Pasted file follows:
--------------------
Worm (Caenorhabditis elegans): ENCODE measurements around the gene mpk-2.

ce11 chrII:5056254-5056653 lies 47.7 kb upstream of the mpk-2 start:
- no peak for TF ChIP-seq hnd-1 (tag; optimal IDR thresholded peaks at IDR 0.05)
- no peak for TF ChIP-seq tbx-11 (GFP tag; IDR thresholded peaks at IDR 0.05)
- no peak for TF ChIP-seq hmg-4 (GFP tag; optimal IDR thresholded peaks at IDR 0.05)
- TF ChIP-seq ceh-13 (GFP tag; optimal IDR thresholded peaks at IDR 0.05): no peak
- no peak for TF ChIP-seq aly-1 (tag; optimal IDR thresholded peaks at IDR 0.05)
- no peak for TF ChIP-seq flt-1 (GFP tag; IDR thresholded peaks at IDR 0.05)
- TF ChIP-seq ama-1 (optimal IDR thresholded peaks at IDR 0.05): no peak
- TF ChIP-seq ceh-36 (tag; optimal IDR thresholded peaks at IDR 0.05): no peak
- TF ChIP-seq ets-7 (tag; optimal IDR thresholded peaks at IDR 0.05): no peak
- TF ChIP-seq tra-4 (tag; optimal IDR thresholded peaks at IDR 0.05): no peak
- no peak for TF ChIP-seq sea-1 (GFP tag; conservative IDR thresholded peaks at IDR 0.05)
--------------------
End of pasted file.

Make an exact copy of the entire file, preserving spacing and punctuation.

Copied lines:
Worm (Caenorhabditis elegans): ENCODE measurements around the gene mpk-2.

ce11 chrII:5056254-5056653 lies 47.7 kb upstream of the mpk-2 start:
- no peak for TF ChIP-seq hnd-1 (tag; optimal IDR thresholded peaks at IDR 0.05)
- no peak for TF ChIP-seq tbx-11 (GFP tag; IDR thresholded peaks at IDR 0.05)
- no peak for TF ChIP-seq hmg-4 (GFP tag; optimal IDR thresholded peaks at IDR 0.05)
- TF ChIP-seq ceh-13 (GFP tag; optimal IDR thresholded peaks at IDR 0.05): no peak
- no peak for TF ChIP-seq aly-1 (tag; optimal IDR thresholded peaks at IDR 0.05)
- no peak for TF ChIP-seq flt-1 (GFP tag; IDR thresholded peaks at IDR 0.05)
- TF ChIP-seq ama-1 (optimal IDR thresholded peaks at IDR 0.05): no peak
- TF ChIP-seq ceh-36 (tag; optimal IDR thresholded peaks at IDR 0.05): no peak
- TF ChIP-seq ets-7 (tag; optimal IDR thresholded peaks at IDR 0.05): no peak
- TF ChIP-seq tra-4 (tag; optimal IDR thresholded peaks at IDR 0.05): no peak
- no peak for TF ChIP-seq sea-1 (GFP tag; conservative IDR thresholded peaks at IDR 0.05)